I like the fact that I can stream myth recordings to any computer in my
house, and I'm not tied down to a specific device or TV only. And I can
access other media - i.e. pictures, DVD, rips, etc. I am thinking about
ripping out my DVD players and replacing them with ION boxes.


eric at lisaneric

Feb 9, 2011, 10:28 AM

Post #4 of 253 (8107 views)
Permalink
Re: MythTV vs. Windows Media Center [In reply to]

On Wed, Feb 9, 2011 at 12:51 PM, Reynolds, Brian
<Brian.Reynolds [at] fiserv> wrote:
> Also, with an X-Box or a D-Link or Linksys media center extender (found on
> e-bay for $100), I can watch live or recorded TV, Blu-Ray movies, DVDís, and
> just about anything else that Windows can decode on as many frontends as my
> MCE server can handle,

I also meant to mention that this won't work in all cases. For
content not marked as copy-freely, Windows can record it and play it
back locally only. Copy-Once/Copy-Never content isn't sharable via
media center extenders as far as I understand it. Even TiVo has this
same restriction.

Note also that such content can be recorded via MythTV with an HDPVR
(even video on demand) and can be streamed to any frontend.

Eric
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kkuphal at gmail

Feb 9, 2011, 10:31 AM

Post #5 of 253 (8104 views)
Permalink
Re: MythTV vs. Windows Media Center [In reply to]

On Wed, Feb 9, 2011 at 11:51 AM, Reynolds, Brian
<Brian.Reynolds [at] fiserv>wrote:

> OK,
>
>
>
> So Iíve found this cool tuner card that has four tuners that use a single
> CableCARD to receive everything the cable company has to offer, except VOD.
> Itís the Ceton InfiniTV (www.cetoncorp.com). Itís $399.99 and available
> now (with a 3 month backlog on orders).
>
>
>
> Of course, copy protected content is only supported in Windows MCE, with a
> supported HDCP compliant video card. I donít know if the card has drivers
> for Linux, but if I canít watch copy protected content on Linux, why would I
> want to do that?
>
>
>
> Also, with an X-Box or a D-Link or Linksys media center extender (found on
> e-bay for $100), I can watch live or recorded TV, Blu-Ray movies, DVDís, and
> just about anything else that Windows can decode on as many frontends as my
> MCE server can handle, which depends on how many tuners I install, how much
> I/O the machine can handle, and CPU power.
>
>
>
> So... Iíve put together a list of hardware that would be required to handle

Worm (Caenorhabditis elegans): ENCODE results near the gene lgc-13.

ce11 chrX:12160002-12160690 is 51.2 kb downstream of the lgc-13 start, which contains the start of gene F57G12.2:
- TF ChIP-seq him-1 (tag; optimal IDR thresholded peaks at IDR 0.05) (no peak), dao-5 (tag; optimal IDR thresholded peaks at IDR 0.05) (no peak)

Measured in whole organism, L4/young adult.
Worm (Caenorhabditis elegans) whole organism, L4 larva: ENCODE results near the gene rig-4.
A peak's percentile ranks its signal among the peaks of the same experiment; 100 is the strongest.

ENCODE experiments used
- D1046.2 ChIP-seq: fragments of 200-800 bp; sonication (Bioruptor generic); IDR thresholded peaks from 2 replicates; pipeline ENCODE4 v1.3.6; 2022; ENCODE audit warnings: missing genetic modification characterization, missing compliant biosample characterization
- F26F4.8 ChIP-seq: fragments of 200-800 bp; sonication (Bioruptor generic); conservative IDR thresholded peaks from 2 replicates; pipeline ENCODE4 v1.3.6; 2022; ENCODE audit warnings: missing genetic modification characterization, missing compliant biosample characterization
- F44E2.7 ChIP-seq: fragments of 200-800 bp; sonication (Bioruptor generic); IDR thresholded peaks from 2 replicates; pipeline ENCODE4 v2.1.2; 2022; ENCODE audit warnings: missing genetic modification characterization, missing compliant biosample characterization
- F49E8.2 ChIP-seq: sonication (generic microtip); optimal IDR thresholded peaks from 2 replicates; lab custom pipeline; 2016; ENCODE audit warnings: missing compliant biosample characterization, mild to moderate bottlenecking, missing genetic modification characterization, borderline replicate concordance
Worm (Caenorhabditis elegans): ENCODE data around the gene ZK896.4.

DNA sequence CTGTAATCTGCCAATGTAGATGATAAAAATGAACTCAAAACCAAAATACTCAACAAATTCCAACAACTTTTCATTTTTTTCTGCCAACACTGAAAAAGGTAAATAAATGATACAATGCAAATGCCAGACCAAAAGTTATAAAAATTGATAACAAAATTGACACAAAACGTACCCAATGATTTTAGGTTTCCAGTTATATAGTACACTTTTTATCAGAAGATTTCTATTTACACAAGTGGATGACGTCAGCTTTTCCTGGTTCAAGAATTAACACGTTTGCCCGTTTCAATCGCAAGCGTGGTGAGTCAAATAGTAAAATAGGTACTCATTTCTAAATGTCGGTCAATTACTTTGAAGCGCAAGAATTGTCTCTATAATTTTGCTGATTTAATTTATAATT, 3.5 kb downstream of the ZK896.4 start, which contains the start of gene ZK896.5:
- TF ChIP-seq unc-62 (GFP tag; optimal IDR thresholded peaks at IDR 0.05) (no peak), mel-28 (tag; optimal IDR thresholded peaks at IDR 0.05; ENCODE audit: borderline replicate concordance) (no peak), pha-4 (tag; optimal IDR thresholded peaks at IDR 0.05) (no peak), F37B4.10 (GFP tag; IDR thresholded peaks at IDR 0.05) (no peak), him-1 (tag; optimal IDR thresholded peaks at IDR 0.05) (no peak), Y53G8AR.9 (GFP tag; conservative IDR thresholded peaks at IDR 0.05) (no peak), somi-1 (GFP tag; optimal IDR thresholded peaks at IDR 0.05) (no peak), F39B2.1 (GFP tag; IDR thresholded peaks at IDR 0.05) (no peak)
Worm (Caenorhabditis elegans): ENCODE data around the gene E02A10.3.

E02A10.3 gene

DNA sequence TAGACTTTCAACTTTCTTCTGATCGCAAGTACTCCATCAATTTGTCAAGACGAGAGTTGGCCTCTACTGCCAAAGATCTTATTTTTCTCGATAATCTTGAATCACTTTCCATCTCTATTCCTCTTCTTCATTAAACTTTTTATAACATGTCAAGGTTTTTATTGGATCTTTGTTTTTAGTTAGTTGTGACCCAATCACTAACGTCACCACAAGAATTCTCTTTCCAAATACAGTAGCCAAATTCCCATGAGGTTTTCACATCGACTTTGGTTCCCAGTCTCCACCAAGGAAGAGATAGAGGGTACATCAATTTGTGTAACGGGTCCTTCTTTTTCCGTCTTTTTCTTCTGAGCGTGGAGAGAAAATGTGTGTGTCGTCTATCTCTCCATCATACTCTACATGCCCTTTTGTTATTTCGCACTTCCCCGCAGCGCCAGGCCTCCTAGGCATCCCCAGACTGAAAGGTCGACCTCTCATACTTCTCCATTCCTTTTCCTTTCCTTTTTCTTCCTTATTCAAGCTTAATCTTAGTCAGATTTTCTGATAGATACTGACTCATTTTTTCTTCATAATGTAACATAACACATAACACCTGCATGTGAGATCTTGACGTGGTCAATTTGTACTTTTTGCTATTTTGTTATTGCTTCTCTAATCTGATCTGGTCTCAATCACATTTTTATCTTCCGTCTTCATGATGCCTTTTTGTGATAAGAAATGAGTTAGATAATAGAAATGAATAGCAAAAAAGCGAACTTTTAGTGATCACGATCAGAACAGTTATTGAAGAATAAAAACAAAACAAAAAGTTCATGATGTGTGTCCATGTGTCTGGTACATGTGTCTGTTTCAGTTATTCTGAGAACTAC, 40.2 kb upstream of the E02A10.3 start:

> four extenders and also to be able to play 3D content on the MCE server.
> The components Iíve selected will enable me to configure the hard drives in
> a Raid-0 so that I can maximize I/O throughput and will even include two
> Blu-Ray drives that can be shared with any of the extenders.
>
>
>
> Itís a pretty beefy machine using high end parts that should be very
> reliable, quiet and stable. The parts will cost me around $1500.00. This
> includes 2TB of storage, a BluRay reader, a BluRay writer, four tuners with
> cableCARD and two more tuners that will receive ATSC/NTSC/Clear QAM. I can
> get my hands on Windows 7 with MCE for around $100.00 through a program my
> employer has with M$.
>
>
>
> Now to my question... whatís the advantage of MythTV over Win MCE? Why
> would I want to go this route instead of MCE when I can get copy protected
> content in MCE?
>
>
>
> Please understand that I mean no disrespect. I understand the benefits of
> open source software and the fun that goes into a project like that. I just
> donít understand why I would choose MythTV over MCE. Please help me out.
>

The only word is customizability (is that even a word? :) ). With Myth you
have the optoins to change themes, change menus, make changes in the
software to allow for it to behave more the way you want to use it
(commercial skip being a notable example). With MCE, you're locked into
whatever MS provides and you likely won't get any updates/changes until the
next version of Windows and then you get what they choose to give you.
There are some plugins that add additional functionality (Media Browser
being a great example). You also are required to use and are limited by the
feature set of the extender as your "other room" options. Not all plugins
work across extenders.

I, myself, am considering a move to MCE from Myth after having recently
purchased my first Xbox360 and HDHomeRun. It is a very good DVR system and
does alot of what I want. I'm not sure I'm in love with the interface
choices which I either have to live with or I won't make the change.

Myth will likely never be the cheapest and it will not likely provide the
best copy-protected content path because of the resistance to Linux in the
copyright world. Other than that, it offers a very good alternative with a
very flexible solution.

Kevin


jedi at mishnet

Feb 9, 2011, 1:18 PM

Post #6 of 253 (8095 views)
Permalink
Re: MythTV vs. Windows Media Center [In reply to]

On Wed, Feb 09, 2011 at 11:51:08AM -0600, Reynolds, Brian wrote:
> OK,
>
>
>
> So I've found this cool tuner card that has four tuners that use a
> single CableCARD to receive everything the cable company has to offer,
> except VOD. It's the Ceton InfiniTV (www.cetoncorp.com). It's $399.99
> and available now (with a 3 month backlog on orders).